Speaking in:
The John Potter Symposium (cleft lip and palate surgery and ear reconstruction), Wednesday 11th July

Eric FreedlanderMr Eric Freedlander FRCS(Plast), Consultant Plastic Surgeon, Royal Hallamshire Hospital, Sheffield
Eric Freedlander was President of BAPRAS in 2010. During his presidency, he set up the BAPRAS Workforce Planning Survey, which he has continued to work on until the present.
 He has been a full member of BAPRAS since 1986. Eric’s interest in plastic surgery training has also led him to becoming the Chairman of the Intercollegiate Specialty Board in Plastic Surgery (2003-7) as well as sitting as Chairman of the Royal College of Surgeons of England’s Specialist Advisory Committee in Plastic Surgery (2007-2009).

Speaking in:
Continuing Education, Thursday 12th July


Mr Peter Hodgkinson FRCS(Plast), Consultant Plastic Surgeon, Royal Victoria Infirmary, Newcastle upon Tyne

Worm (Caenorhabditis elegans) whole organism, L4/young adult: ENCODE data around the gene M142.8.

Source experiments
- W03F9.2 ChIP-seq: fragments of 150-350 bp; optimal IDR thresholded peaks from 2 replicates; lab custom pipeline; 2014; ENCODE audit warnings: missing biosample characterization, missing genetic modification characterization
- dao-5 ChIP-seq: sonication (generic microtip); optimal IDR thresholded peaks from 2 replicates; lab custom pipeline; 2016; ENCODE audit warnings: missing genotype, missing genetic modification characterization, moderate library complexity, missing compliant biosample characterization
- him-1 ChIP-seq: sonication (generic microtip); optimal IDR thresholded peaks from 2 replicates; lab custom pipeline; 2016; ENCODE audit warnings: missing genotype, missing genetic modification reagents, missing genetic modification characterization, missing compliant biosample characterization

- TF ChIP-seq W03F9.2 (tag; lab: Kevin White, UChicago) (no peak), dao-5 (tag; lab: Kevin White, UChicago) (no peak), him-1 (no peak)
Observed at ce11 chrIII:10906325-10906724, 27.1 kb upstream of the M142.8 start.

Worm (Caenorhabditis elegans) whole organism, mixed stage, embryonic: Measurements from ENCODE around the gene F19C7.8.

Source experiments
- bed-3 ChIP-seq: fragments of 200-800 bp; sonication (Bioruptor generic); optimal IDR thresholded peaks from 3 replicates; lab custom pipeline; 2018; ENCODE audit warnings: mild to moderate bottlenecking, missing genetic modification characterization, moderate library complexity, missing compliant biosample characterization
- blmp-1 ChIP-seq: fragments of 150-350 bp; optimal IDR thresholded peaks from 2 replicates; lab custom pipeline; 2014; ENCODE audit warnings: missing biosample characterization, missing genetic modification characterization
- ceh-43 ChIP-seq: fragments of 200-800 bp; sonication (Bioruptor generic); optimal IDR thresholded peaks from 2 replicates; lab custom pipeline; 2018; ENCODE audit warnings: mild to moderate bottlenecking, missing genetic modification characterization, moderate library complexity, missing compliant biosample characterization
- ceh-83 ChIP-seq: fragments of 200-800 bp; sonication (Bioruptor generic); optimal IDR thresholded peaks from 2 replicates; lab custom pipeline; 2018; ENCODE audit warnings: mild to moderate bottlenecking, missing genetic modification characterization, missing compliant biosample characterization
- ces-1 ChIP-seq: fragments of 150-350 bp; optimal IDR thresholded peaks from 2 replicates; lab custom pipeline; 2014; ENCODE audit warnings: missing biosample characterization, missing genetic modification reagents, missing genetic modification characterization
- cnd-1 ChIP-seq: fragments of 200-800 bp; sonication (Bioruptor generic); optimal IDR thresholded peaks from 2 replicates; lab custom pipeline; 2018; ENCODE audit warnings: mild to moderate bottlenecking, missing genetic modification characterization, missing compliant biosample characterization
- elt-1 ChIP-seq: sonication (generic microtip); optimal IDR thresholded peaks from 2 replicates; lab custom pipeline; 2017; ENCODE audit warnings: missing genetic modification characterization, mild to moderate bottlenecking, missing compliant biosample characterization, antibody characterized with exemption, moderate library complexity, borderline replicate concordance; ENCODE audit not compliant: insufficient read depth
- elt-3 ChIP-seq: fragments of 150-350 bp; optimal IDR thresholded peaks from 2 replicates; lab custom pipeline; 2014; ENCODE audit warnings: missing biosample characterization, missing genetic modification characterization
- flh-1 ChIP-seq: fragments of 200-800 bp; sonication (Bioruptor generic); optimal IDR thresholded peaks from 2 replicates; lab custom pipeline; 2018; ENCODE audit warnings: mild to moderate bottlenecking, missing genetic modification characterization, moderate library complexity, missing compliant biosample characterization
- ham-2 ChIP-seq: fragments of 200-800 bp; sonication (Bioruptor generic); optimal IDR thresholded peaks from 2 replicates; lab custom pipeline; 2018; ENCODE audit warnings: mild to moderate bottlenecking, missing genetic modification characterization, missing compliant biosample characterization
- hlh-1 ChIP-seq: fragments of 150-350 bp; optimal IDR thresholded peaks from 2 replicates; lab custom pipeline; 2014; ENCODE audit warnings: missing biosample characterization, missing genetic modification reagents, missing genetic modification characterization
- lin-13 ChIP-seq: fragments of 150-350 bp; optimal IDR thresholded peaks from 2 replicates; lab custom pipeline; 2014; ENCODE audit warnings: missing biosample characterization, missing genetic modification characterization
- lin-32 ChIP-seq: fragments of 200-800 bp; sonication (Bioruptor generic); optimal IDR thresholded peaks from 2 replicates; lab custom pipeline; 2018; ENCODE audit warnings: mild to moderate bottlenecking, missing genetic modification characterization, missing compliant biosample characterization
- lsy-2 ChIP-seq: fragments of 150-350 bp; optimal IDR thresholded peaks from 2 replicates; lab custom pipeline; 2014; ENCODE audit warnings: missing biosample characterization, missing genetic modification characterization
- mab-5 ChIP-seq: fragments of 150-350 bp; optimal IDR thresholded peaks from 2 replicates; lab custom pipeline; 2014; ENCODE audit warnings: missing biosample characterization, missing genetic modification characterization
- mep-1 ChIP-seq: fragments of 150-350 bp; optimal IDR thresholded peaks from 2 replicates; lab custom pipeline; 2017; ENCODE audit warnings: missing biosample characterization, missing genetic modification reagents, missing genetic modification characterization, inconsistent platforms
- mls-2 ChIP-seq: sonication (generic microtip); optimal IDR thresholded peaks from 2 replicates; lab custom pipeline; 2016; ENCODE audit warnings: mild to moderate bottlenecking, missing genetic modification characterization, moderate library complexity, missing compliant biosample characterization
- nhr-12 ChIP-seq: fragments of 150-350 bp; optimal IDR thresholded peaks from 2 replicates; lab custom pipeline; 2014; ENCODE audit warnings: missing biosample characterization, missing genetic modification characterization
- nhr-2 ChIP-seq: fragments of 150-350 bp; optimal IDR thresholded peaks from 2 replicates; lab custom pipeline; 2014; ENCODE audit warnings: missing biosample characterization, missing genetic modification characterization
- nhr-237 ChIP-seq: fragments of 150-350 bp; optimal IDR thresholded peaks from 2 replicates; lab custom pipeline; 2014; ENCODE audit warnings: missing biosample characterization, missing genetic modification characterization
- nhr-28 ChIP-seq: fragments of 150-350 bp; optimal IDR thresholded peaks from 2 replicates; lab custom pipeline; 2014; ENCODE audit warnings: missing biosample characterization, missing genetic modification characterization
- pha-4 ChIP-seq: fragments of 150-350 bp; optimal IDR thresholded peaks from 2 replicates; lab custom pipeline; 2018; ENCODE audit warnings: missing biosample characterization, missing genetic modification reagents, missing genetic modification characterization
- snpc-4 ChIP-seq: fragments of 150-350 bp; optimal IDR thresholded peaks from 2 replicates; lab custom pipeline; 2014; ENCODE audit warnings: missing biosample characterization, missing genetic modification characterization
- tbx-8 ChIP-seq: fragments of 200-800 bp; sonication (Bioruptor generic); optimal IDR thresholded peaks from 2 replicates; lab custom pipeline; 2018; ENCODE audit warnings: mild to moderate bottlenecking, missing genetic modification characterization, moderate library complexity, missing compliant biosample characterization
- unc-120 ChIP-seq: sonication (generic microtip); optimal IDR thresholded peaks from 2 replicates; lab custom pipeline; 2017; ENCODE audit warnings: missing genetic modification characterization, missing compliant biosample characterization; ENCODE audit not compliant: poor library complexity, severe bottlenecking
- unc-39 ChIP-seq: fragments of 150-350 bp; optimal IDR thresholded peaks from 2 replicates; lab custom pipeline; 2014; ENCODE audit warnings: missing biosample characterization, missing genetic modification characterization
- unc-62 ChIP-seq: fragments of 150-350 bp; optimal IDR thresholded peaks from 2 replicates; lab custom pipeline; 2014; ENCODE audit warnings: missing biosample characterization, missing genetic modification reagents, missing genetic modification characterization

Speaking in:
The John Potter Symposium (cleft lip and palate surgery and ear reconstruction), Wednesday 11th July 

Leila KasraiDr Leila Kasrai, Chief of Plastic Surgery, St Joseph's Health Centre, Toronto, Canada
Dr Leila Kasrai received her MD degree with honours from the University of Western Ontario in 1994. In 1999, she became a Fellow of the Royal Collage of Surgeons (Canada) following completion of residency at the University of Toronto. She subsequently attended Harvard University to obtain a Master in Public Health with specific interest in International Health. She received her training in ear reconstruction from Dr Saturo Nagata in Tokyo, Japan.
She is currently the Chief of Plastic Surgery at St Joseph’s Health Centre. Her areas of clinical interest span both pediatric and adult Plastic Surgery, specifically, pediatric congenital anomalies, hand, breast and facial reconstruction. Since 2006 she and Dr K Wanzel, have taken on Dr Manktelow’s practice in adult facial reanimation.